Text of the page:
Who Said "Who Knows What Women Can Be When They are Finally Free to Become Themselves"?

Betty Friedan, the famous writer and woman’s activist was the one who said, “Who knows what women can be when they are finally free to become themselves.” She published this quote in her book The Feminine Mystique, the book that sparked the new feminist movement in 1963.

Friedan and the Woman's Movement

The women’s movement that began in the 1960s was one of the unseen consequences of World War II. During the war effort, men all across the country joined the military to defeat the Axis powers. As a result, many companies suffered personnel shortages. To support their country and themselves, many women joined the workforce, gaining careers and identities outside the home. After the men returned from war, many women were forced out of the job market.

At a Smith College alumni reunion in 1942, Betty Friedan noted how unhappy many of her female classmates seemed as many women only had status and identity through their husbands or children. This realization spurred Friedan to research the topic of women’s identity. She interviewed women and performed other qualitative investigations to determine how women’s identities formed over time.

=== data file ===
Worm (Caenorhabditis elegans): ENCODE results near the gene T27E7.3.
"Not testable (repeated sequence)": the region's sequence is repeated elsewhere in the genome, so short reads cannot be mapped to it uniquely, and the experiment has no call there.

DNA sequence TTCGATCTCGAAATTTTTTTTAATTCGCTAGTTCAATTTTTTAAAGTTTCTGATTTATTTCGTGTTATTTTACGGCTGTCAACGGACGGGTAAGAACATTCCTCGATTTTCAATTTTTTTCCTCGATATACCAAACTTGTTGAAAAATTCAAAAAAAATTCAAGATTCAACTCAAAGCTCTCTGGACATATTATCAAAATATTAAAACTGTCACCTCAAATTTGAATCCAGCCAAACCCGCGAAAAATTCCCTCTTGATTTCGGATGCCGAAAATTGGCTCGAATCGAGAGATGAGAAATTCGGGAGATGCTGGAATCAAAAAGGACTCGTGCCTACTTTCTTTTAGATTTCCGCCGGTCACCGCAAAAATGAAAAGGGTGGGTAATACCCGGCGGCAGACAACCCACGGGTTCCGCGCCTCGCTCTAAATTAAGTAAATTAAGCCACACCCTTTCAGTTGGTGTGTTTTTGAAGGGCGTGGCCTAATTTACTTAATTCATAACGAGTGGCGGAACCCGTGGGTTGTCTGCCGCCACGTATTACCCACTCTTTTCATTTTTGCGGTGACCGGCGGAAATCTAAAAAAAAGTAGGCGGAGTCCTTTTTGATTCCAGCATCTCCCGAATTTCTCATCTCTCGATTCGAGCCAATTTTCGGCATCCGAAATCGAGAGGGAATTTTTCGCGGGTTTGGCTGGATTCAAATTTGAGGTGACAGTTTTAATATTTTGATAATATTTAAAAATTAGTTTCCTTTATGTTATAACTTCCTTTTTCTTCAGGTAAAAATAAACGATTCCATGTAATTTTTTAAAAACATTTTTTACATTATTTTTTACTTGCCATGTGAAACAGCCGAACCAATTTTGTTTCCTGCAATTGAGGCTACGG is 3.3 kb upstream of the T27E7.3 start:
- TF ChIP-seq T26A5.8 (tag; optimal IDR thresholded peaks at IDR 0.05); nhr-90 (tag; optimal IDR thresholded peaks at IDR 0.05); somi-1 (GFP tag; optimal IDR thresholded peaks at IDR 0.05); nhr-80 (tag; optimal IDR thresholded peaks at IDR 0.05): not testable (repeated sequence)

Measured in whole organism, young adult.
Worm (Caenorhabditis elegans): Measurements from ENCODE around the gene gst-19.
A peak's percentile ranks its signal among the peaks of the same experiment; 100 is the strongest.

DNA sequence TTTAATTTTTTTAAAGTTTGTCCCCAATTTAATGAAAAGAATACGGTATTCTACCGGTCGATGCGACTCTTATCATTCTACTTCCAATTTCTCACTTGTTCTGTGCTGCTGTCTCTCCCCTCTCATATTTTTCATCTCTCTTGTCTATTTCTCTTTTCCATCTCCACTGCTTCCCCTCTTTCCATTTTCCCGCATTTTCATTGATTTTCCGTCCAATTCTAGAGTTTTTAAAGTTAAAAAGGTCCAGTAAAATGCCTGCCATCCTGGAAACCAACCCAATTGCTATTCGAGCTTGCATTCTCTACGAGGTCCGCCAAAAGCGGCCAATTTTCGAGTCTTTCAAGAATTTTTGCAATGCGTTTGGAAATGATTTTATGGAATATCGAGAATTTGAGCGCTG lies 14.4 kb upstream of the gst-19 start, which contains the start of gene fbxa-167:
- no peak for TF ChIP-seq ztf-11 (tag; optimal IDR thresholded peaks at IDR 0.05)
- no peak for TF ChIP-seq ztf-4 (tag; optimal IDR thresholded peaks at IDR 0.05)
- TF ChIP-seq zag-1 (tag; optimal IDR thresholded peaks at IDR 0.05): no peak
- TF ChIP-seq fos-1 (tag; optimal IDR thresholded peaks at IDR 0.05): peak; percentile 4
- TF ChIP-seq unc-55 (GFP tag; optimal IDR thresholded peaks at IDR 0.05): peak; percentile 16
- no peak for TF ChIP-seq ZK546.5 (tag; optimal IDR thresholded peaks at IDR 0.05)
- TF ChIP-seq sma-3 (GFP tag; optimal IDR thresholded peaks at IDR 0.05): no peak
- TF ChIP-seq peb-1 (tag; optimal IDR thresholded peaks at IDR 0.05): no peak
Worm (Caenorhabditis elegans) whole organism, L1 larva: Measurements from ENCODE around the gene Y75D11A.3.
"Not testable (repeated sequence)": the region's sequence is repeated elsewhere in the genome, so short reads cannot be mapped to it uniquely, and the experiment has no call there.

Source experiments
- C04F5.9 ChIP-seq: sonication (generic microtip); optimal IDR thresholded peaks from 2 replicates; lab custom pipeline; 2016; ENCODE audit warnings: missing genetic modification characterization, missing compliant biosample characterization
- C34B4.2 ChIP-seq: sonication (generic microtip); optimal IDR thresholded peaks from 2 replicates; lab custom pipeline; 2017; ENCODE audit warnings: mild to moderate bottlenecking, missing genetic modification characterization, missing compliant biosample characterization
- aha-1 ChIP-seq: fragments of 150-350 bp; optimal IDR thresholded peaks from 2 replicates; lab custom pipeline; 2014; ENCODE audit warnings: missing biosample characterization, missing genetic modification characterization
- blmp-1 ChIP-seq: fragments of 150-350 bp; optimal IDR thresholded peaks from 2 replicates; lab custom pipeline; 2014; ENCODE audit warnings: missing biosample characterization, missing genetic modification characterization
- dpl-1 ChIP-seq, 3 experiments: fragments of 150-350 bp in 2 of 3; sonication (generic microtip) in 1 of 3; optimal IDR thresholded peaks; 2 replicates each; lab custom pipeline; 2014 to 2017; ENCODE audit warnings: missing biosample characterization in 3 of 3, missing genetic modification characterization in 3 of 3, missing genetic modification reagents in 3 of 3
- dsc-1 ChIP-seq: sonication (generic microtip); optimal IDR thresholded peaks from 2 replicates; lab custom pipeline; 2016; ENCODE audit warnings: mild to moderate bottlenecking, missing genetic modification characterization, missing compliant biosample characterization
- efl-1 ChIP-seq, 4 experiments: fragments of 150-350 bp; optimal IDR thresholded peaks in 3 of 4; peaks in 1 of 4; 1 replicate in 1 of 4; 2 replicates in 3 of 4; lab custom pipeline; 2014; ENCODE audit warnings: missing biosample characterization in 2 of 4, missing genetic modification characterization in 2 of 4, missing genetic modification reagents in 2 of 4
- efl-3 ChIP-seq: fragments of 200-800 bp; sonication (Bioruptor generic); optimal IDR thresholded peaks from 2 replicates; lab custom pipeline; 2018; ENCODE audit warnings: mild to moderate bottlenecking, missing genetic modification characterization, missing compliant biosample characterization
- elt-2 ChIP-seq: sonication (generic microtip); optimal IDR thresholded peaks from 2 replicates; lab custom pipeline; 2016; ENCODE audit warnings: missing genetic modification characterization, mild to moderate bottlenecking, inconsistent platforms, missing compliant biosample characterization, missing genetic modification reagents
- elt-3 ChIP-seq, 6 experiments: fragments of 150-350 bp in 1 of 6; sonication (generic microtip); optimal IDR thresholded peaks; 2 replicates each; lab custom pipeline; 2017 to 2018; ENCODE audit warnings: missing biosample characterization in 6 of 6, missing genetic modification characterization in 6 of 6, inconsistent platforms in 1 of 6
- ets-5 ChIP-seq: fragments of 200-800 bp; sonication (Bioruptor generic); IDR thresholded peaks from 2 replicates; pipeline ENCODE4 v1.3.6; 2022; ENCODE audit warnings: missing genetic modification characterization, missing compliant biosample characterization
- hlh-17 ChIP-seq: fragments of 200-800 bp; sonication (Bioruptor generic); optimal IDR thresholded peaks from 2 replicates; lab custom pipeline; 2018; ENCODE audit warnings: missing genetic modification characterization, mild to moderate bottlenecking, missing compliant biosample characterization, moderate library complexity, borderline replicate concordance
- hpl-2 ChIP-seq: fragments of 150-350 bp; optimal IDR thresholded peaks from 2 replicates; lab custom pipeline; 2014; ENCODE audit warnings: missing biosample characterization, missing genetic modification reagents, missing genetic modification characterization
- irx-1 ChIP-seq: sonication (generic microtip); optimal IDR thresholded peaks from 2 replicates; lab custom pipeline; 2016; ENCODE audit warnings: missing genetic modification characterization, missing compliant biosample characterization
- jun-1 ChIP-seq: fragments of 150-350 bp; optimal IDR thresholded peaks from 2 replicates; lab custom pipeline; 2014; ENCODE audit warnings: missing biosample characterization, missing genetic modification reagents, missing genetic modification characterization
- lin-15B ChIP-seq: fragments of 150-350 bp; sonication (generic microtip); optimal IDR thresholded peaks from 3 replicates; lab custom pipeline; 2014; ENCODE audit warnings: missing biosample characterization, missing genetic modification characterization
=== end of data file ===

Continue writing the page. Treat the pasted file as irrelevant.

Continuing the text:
Betty Friedan posed the question “Who knows what women can be when they are finally free to become themselves," in her book, The Feminine Mystique, which reported the results of her informal investigation. The entire quote was:

Who knows what women can become when they are finally free to become themselves. Who knows what women's intelligence will contribute when it can be nourished without denying love? The time is at hand when the voices of the feminine mystique can no longer drown out the inner voice that is driving women to become complete.

The book and her work were met with some support and some criticism. Many women found justification for their unhappiness in her book. However, critics panned her lack of scientific rigor because much of her work cannot be recreated. She also focused exclusively on the plight of middle-class white women and ignored some pro-feminist ideology that was being published in mainstream magazines.

Betty Friedan made several famous moves in the public sphere before her death in 2006. In 1971, with the help of other feminist activists such as Gloria Steinem, Fannie Lou Hamer, and Myrlie Evers-Williams, she formed the National Women's Political Caucus. This group still exists today, and the main goal of the movement is now to get women into positions of political power.

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